Our economies are getting more complex every year.

The advancements in automation, robotics and AI will replace more and more jobs that used to be done by people…

Just think of all the robotic lawn mowers around today for example…

Or the increasingly automation in the big iron ore mines in Pilbara.

A car used to be a (relatively) simple thing that many people could tinker on and fix themselves without ever needing to go to a mechanic.

Today the cars are very much “digitized” and many people are forced to take them to an expert when problems arise.

On that note even some of the mechanics are forced to know something about IT today.

While all this is going on, children all over the western world are doing worse and worse in school.

Mathematics and physics are slowly being phased out and the schools are catering more and more to the student…

Resulting in an increased emphasis on subjects that the increasingly spoiled youth WANT to learn and not what they SHOULD learn.

As the printing of money and consumption through added debt reaches ever higher levels, the economic substance underneath has been eroding for a long time…

At least in the West.

However, the debt funded consumables, the automated production facilities, the automated lawn mowers and the automated iron ore trucks in Pilbara that are controlled from tall buildings in Perth hundreds of kilometres away from the actual mine…

All need... Commodities.

Commodities are used in every robot and every iphone which someone might have gone into debt to purchase.

Commodities are the bottleneck/gatekeeper to everything.

Even as the service industry typically grows larger and larger, as an economy becomes more “advanced”, the people working in the service industry will still want to purchase material things with their “service salary”.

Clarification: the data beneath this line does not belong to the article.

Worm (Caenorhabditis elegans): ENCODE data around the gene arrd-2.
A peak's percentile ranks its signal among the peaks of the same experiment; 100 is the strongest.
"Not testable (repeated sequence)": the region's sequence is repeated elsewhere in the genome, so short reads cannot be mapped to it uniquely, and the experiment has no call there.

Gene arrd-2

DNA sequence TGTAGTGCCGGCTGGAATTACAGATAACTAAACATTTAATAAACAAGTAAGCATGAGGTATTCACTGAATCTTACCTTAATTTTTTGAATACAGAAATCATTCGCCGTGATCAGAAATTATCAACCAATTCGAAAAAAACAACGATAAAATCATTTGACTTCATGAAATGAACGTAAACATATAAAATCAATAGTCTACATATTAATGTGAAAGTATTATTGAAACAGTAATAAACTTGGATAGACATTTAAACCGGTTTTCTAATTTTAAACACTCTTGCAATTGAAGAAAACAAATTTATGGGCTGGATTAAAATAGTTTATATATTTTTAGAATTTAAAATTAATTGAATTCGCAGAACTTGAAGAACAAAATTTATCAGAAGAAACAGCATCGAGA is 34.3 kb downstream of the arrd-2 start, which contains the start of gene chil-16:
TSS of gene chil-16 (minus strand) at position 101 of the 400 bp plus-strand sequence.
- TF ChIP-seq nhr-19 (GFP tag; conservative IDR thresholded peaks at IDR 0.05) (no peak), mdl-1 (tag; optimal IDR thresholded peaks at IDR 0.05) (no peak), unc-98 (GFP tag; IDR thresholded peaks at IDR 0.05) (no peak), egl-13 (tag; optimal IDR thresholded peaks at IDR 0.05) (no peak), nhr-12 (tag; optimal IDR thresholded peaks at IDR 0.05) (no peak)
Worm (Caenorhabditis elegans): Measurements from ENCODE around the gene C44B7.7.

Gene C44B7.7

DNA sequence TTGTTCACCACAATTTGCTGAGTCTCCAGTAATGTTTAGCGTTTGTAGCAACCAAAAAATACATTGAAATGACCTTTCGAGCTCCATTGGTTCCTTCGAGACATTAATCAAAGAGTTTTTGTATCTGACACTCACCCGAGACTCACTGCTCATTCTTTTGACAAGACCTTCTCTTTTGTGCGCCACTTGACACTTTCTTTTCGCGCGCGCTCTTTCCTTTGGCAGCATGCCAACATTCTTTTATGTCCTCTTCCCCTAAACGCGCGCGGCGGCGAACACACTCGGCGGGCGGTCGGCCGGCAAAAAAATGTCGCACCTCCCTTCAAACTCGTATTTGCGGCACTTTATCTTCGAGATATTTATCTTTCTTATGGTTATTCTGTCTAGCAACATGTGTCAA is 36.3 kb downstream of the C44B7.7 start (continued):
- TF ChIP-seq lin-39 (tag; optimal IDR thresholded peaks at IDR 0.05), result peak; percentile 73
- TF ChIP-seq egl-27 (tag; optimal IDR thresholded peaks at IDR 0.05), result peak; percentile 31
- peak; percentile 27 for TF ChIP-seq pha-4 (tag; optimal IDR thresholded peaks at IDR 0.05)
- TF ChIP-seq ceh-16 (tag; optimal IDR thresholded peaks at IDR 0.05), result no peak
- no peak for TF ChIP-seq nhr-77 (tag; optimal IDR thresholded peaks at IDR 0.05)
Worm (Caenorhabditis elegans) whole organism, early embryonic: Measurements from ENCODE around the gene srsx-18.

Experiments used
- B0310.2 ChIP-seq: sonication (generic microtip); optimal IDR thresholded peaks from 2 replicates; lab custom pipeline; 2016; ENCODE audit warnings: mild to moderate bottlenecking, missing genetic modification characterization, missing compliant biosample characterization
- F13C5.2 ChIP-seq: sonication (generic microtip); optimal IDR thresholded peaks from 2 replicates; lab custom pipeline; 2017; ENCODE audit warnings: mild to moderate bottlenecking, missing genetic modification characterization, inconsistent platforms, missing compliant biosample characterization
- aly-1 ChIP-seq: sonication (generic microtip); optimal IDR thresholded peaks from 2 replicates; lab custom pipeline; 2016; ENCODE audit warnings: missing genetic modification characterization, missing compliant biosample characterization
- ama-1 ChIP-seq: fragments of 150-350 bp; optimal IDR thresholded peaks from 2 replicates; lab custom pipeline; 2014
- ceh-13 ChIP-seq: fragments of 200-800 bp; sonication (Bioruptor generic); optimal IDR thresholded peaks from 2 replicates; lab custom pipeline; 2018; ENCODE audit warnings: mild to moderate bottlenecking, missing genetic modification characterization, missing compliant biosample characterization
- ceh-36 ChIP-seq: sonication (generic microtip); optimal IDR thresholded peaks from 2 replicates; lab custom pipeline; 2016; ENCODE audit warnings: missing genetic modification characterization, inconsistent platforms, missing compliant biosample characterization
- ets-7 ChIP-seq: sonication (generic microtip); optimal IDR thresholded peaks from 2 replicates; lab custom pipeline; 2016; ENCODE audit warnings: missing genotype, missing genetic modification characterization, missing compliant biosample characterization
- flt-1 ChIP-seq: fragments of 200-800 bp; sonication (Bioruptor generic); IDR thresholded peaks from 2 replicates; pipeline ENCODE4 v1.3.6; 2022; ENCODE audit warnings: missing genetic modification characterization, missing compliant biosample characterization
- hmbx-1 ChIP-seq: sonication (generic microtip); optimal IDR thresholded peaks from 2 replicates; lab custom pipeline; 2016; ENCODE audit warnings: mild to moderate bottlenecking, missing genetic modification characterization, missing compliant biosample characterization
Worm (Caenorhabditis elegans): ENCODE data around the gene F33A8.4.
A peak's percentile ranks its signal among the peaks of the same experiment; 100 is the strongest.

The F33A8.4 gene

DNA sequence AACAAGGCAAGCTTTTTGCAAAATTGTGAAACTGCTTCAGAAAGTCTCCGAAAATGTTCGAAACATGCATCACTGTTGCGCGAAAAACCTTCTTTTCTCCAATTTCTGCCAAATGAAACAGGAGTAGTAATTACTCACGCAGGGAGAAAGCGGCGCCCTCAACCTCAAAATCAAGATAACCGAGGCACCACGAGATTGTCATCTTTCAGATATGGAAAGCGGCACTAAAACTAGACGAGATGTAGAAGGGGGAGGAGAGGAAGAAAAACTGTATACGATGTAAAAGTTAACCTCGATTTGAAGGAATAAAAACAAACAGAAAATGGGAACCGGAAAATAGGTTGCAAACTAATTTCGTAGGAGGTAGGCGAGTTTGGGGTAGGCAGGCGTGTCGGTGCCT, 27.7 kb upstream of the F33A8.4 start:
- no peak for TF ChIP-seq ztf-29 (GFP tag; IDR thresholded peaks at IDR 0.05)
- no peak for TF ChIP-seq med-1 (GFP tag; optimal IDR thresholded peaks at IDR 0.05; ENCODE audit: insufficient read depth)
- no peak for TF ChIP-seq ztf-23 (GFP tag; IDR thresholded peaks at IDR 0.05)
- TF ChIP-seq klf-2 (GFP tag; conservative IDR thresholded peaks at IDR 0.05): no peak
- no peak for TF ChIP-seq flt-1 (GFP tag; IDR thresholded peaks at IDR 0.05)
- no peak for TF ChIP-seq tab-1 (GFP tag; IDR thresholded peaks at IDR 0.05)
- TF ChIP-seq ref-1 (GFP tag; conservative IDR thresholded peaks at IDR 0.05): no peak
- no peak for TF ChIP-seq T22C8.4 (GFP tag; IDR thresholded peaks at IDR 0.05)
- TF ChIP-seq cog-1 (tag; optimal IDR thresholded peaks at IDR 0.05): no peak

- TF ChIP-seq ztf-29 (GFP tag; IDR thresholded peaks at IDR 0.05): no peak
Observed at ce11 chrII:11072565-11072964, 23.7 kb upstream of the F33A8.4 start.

It doesn’t matter how advanced an economy is and how technologically advanced it is. It still needs all kinds of commodities as inputs.

Is it a surprise that China has been buying up commodities, infrastructure and anything else of tangible value for the last X amount of years?

I consider it to be both a play on commodities as the “bottleneck” in a world that is getting increasingly automated/complex/digitized as well as a play on the death of FIAT.

… On that note there has lately been an increase of gold deposits being bought, or at least bid on, by Chinese players.

At this point in time, I unsurprisingly consider gold to be the king of the commodities.

Gold has been able to buy labor (actual labor or stored labor in the form of goods) for thousands of years.

It has never failed to do so while every FIAT currency in history has failed to last.

If we get massive deflation, the debt bubble explodes and many people lose their jobs and thus income, while many “assets” will be completely wiped out.

If we get massive inflation, real value items in all forms go up in relative value vs currencies and debt.

Either way, gold will still be there, and will still have value.

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